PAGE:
Lawson’s Landing under threat by regulators

Update, December 11, 2011: Thanks largely to the Environmental Action Committee, a well-funded “environmental” group, all trailers have to be gone from Lawson’s in 5 years. Score a win for trust fund activists (anyone check the income level and sources thereof of the activists?), a loss for Californians of moderate means.

I consider myself an environmentalist. And for this reason I’m alarmed by a new and very strong movement among people who call themselves “environmentalists.” If I may generalize, these are people who do not hunt or fish or make their living from the land. They often have not grown up in the areas where they are active. They want everything to return to an imaginary pristine state. They tend to be from families of wealth, have college degrees, can raise money for their non-profit groups, and know their way around in the political and media worlds.

This something I wrote on behalf of a gem of a local community that is now being persecuted. It’s for people of Marin County, and for Californians in general.


I’ve lived all my life in the Bay Area, and over 40 in West Marin, and I’d never been to Lawson’s Landing until a few weeks ago. I’d driven past the turnoff to Dillon Beach (in Tomales) scores of times, but never turned west. Well, on the last set of low tides, I went up there to go clamming with my new-found friend Eloy Garcia.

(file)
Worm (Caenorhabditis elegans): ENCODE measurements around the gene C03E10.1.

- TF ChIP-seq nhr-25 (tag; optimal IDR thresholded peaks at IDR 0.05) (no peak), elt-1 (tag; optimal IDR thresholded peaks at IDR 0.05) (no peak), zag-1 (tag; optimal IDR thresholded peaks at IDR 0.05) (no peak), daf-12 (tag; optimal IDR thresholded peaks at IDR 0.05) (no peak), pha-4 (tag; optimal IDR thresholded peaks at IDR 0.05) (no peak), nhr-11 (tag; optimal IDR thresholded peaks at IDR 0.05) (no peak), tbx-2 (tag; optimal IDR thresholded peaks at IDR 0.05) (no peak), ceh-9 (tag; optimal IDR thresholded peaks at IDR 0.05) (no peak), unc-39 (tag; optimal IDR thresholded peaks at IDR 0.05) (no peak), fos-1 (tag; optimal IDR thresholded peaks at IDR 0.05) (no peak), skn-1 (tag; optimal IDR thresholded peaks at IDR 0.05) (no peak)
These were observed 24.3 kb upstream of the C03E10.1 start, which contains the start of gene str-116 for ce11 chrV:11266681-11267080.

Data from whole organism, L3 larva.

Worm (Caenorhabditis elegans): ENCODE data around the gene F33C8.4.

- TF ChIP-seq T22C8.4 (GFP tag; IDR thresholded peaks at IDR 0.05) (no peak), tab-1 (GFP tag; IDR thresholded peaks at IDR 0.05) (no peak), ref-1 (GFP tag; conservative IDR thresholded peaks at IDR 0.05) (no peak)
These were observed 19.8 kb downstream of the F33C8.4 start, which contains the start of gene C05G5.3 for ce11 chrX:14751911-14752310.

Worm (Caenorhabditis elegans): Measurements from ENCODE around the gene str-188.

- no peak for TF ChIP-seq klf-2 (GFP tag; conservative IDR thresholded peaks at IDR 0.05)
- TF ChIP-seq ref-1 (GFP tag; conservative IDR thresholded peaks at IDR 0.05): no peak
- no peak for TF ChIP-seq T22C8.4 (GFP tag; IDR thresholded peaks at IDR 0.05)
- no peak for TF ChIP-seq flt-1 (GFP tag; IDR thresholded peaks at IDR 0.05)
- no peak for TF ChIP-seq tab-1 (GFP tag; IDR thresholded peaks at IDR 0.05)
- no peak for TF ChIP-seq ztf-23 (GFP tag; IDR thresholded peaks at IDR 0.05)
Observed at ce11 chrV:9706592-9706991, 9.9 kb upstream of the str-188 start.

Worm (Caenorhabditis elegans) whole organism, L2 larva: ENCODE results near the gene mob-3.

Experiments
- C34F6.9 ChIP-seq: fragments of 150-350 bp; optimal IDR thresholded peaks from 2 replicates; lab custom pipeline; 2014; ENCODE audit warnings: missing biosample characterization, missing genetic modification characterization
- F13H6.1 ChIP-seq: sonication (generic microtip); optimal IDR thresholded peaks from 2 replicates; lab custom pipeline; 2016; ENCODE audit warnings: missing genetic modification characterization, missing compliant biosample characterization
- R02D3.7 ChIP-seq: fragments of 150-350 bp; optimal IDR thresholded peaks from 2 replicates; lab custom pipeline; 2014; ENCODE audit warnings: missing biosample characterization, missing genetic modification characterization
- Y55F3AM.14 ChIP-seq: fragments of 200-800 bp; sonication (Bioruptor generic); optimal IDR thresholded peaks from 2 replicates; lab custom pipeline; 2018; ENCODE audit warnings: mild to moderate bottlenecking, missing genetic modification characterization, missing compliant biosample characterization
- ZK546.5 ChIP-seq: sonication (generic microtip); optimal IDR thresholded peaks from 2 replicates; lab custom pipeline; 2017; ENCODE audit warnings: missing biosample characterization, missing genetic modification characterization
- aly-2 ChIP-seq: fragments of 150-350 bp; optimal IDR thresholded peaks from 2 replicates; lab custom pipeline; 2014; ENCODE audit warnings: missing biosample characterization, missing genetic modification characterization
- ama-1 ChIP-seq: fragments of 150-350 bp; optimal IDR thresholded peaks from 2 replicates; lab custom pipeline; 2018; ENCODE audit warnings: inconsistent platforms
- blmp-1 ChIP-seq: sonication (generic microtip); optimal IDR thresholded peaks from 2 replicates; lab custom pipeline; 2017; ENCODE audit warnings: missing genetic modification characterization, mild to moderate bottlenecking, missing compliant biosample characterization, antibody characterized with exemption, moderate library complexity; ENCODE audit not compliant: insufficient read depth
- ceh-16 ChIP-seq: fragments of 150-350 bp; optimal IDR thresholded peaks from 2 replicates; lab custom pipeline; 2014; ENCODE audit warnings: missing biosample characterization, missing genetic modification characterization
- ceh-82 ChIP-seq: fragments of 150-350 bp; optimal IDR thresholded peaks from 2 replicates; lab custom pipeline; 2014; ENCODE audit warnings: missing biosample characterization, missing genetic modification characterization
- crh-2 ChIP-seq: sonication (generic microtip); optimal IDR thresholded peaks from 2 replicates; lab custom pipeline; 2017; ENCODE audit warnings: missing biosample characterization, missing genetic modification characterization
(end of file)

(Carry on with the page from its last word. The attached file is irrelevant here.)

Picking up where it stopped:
A bit of background: last year I saw an article in the West Marin Citizen showing Eloy with a “clam gun,” and it described his way of using it to get horseneck clams. Boy, that sure beat my system of back-breaking shovel work to get them. I called Eloy up (in Woodland) and we ended up making a trade. He sent me the parts for a clam gun and I sent him a bunch of our building books.

Eloy called me last month (I was surprised he remembered me), and said if I came up to Lawson’s Landing, he’d show me how to use it.

Off I went. I met Eloy, his wife and two other couples, his camping buddies, who were in trailers on the grassy campgrounds. We had beers around the fire on a chilly night, and there was good rapport, even with me a total stranger. We all shared a love of the outdoors, and fishing, and camping. I slept in the back of my truck and the next morning we went clamming. That’s another story (and a good one).

I’d read about the Lawsons controversy (under fire from “environmentalists”), so was interested to see the place firsthand. I learned that there were maybe 250 trailers there semi-permanently, and a campgrounds. Where we camped was a grassy meadow, lots of other campers around; it was quiet, mellow, felt really nice.

After clamming, I walked around shooting photos and I’d like to show you what I saw. Click here for a slide show, photos shot June 16th, 2011: